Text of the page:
Wojnarowicz: F*ck You F*ggot F*ker*
(USA, 105 min.)
Dir. Chris McKim
Audiences looking to ignite a fire in the belly will be sparked by Wojnarowicz: F*ck You F*ggot F**ker. The doc reverberates with the punk rock energy and alternative spirit that reverberated in subject David Wojnarowicz’s art. It’s a portrait of an iconoclast, told largely through his own words and creations.
Director Chris McKim, who was the showrunner of the first four seasons of RuPaul’s Drag Race (WOW Doc & World of Wonder’s Randy Barbato and Fenton Bailey produced this doc as well), evokes the spirit of an artist who died too soon at age 37. The film takes a cue from Wojnarowicz’s aesthetic and offers layers upon layers of images. Photographs, illustrations, stencils, and archival films overlap in a grungy tapestry. This is a patched and scratched illustration of an artist’s ability to defy the establishment by staying true to his voice. It does for profile docs what Sharon Needles did for season four of Drag Race.
Wojnarowicz harnesses its subject’s defiance of the status quo at the outset. The film looks at the artist’s arrival in New York City where he announced himself an iconoclast by donning a homemade paper mask of poet Arthur Rimbaud and gallivanting about town in “disguise.” His Rimbaud escapades formed the basis for numerous photographs that appear throughout the doc and McKim’s portrait weaves the work of artists like Wojnarowicz as part of the city’s fabric. The film features an exhaustive range of Wojnarowicz’s work, offering a deep dive into his archive that leaves one eager for more.
Despite the obviously dated nature of the material, which is perhaps inevitable for anything produced in the 1980s, Wojnarowicz’s work remains potent because its essence is timeless. His images assert that one cannot and should not separate politics from art. This sentiment is essential when the mere existence of art and the displaying of it are inherently political acts because the work creates space for voices silenced by the mainstream. The film sees Wojnarowicz’s work inject an unabashedly queer voice into the New York art scene and become iconic for a community of gay Americans at the peak of the AIDS crisis.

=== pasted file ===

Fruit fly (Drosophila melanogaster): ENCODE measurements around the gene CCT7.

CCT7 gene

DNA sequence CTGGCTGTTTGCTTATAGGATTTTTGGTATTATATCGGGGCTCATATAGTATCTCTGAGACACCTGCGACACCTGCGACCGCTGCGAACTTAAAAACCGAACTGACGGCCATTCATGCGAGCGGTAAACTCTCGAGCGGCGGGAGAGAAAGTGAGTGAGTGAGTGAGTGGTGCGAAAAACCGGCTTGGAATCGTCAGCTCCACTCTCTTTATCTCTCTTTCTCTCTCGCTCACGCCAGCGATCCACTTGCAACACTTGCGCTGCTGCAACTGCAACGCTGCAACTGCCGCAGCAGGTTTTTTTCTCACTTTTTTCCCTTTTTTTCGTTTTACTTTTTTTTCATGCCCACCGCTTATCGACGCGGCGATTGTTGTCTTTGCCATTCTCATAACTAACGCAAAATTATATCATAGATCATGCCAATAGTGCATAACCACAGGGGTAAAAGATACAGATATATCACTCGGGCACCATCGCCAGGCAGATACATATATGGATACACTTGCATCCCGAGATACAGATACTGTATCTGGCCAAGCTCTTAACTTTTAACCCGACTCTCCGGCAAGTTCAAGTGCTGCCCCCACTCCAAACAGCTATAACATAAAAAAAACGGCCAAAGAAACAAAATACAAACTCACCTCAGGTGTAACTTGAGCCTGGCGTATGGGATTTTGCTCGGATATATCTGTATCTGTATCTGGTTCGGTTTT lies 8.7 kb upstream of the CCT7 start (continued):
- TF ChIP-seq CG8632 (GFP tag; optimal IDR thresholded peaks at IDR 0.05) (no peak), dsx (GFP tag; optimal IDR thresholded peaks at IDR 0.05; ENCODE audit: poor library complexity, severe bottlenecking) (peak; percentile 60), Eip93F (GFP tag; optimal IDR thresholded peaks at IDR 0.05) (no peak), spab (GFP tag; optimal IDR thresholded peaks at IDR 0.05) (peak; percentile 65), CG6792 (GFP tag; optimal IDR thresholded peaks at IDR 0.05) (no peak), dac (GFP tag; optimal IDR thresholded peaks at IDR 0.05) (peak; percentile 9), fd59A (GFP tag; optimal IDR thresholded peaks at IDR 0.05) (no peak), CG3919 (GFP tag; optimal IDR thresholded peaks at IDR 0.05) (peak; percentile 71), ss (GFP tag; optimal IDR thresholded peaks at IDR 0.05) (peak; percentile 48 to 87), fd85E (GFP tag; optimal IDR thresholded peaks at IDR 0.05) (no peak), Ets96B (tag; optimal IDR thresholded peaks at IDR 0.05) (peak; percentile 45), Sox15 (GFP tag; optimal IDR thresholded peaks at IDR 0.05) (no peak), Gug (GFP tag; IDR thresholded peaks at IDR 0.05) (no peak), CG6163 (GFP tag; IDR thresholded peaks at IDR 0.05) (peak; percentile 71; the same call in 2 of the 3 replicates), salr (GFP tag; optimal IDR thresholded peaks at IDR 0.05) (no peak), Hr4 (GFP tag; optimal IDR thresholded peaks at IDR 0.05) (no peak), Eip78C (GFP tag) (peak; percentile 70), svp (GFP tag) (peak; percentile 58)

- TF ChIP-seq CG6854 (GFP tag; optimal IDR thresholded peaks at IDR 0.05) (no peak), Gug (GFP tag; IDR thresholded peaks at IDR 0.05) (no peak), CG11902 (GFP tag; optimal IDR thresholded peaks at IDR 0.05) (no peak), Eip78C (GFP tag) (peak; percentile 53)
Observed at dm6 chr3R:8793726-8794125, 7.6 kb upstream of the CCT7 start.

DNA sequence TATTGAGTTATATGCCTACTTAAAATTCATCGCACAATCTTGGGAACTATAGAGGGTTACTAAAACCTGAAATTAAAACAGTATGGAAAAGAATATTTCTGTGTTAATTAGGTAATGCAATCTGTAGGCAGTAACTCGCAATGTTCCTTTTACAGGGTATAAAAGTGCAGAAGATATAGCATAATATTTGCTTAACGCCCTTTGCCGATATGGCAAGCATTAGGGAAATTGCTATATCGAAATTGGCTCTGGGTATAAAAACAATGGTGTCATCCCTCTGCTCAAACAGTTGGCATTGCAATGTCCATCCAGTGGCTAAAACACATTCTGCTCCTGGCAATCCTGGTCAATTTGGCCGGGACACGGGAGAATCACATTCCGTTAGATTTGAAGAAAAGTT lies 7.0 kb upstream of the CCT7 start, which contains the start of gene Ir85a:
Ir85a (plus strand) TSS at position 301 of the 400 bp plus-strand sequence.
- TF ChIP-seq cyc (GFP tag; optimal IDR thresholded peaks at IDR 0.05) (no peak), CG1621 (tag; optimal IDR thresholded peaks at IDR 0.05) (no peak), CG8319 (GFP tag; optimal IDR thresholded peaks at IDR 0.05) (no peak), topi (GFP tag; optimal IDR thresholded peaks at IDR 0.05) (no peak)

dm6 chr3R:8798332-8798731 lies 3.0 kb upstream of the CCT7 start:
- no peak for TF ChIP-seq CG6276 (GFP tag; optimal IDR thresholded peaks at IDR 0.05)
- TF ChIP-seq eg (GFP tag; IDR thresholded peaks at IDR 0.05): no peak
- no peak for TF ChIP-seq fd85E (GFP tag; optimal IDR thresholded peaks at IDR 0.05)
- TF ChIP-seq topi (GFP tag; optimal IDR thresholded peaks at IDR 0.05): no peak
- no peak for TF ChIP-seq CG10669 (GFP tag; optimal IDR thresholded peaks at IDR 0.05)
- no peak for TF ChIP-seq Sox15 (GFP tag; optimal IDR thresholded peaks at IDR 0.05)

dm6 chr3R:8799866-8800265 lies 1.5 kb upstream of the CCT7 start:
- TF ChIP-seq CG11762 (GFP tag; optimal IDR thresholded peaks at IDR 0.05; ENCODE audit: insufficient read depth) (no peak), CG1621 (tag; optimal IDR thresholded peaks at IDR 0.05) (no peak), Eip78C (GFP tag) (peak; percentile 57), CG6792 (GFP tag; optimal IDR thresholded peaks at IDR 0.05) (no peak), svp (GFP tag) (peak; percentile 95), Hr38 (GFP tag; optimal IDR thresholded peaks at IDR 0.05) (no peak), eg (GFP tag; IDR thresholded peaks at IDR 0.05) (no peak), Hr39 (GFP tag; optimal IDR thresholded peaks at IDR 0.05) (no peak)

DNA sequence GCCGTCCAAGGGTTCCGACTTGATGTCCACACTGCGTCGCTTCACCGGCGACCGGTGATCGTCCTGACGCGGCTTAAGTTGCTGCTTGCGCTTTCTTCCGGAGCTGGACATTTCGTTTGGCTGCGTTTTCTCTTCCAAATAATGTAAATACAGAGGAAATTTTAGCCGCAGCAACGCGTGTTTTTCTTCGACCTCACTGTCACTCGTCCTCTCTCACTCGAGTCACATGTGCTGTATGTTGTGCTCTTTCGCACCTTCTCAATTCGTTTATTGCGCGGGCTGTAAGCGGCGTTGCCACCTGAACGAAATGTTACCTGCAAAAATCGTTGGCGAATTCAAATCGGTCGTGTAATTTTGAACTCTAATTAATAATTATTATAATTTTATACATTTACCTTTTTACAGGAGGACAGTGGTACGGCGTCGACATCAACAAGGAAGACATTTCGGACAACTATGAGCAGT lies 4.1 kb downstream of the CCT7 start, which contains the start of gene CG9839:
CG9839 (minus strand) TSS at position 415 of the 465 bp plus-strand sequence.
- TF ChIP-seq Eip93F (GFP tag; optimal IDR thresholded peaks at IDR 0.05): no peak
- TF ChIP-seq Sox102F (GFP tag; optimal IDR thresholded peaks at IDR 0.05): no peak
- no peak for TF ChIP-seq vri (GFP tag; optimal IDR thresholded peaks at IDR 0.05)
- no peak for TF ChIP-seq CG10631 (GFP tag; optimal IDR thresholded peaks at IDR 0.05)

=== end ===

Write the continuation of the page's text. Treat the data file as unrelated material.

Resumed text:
The film works towards this moment by painting a vivid picture of New York in the late 1970s as Wojnarowicz developed his voice. Besides the scruffy images, the film places audiences in the Big Apple with a tapestry of interviews both new and archival. Speakers like photographer Peter Hujar (Wojnarowicz’s former flame), gallerists Sur Rodney Sur and Gracie Mansion, and author Fran Lebowitz (it isn’t a New York story without Fran Lebowitz!) talk candidly about the significance of the artist’s oeuvre, the buttons it pushed, and the cultural pulse it tapped. These interviews appear in audio, a point that may frustrate some viewers and please others. McKim doesn’t let audiences watch the talking heads, and some may find the disembodied voices disorienting. However, using only the sound of the interviews allows the visual plane to devote itself entirely to Wojnarowicz’s art. The range of material is extensive and it’s refreshing that the film forgoes the conventional talking heads approach to immerse viewers in the artist’s oeuvre.
Wojnarowicz’s voice permeates every frame of the film, both literally and figuratively, as archival tapes resurrect his accounts of coming to the city and working as a hustler. He speaks of sloppy, sticky, sweaty sex, but also of the life-affirming pleasure of giving joy to a john. It’s unsurprising that his photographs and artworks displayed the male body unfiltered and uncensored, bringing gay sex out of the shadows and alleys and putting it onto the walls galleries across the land. The titular Fuck You Faggot Fucker piece, pictured above, typifies Wojnarowicz’s aesthetic with its mix of photographs, found pieces, and sexuality that harnesses taboo characterizations of homosexuality to ask the onlooker what he or she finds shocking and why.
As the film culminates with Wojnarowicz’s AIDS diagnosis, his participation in the ACT UP movements to draw awareness to the American government’s callous indifference to the pandemic, and his confrontations with censorship, F*ck You F*ggot F**ker sharply conveys the necessity of going all in. The film sees the artistic establishment quiver when critics deem Wojnarowicz’s art too political to merit public funding, but these arguments are obviously cases of silencing opinions one doesn’t like. As Wojnarowicz holds his ground and doubles down on his part, making the act of living with and eventually dying from AIDS a public statement, it shows how the best art embeds politics within its fabric. Like Wojnarowicz, this openly and proudly queer doc owns its voice and uses its platform to amplify outsiders.
Wojnarowicz: F*ck You F*ggot F*ker streams via* TIFF beginning March 19.